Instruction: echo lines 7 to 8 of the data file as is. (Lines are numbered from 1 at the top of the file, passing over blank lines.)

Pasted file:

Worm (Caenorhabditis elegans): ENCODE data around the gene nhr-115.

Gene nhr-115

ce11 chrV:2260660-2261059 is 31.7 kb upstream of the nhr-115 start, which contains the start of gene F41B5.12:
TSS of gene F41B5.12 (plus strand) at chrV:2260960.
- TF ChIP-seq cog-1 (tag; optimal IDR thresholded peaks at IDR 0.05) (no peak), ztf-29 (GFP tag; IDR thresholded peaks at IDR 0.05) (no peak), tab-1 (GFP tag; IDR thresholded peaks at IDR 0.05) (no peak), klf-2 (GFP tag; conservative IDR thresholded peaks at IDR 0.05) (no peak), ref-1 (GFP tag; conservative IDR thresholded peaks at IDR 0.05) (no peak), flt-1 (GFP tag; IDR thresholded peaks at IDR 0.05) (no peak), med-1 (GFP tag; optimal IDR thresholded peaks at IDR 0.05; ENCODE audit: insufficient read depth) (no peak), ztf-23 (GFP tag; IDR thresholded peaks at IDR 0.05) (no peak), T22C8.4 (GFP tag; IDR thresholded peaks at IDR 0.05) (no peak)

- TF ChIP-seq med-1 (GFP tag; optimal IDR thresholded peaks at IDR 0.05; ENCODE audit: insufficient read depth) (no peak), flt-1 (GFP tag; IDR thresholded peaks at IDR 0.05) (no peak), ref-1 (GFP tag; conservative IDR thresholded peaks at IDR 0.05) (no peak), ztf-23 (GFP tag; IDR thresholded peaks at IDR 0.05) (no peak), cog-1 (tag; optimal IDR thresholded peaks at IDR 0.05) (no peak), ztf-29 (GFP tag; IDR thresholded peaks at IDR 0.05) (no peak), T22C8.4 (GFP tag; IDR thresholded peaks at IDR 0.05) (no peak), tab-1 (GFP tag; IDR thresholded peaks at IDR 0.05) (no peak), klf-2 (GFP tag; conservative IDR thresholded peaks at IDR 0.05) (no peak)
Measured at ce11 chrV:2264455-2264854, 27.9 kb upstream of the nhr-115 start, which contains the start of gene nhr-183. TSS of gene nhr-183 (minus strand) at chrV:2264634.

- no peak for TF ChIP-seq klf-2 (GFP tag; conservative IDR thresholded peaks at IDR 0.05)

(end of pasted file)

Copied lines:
Measured at ce11 chrV:2264455-2264854, 27.9 kb upstream of the nhr-115 start, which contains the start of gene nhr-183. TSS of gene nhr-183 (minus strand) at chrV:2264634.

- no peak for TF ChIP-seq klf-2 (GFP tag; conservative IDR thresholded peaks at IDR 0.05)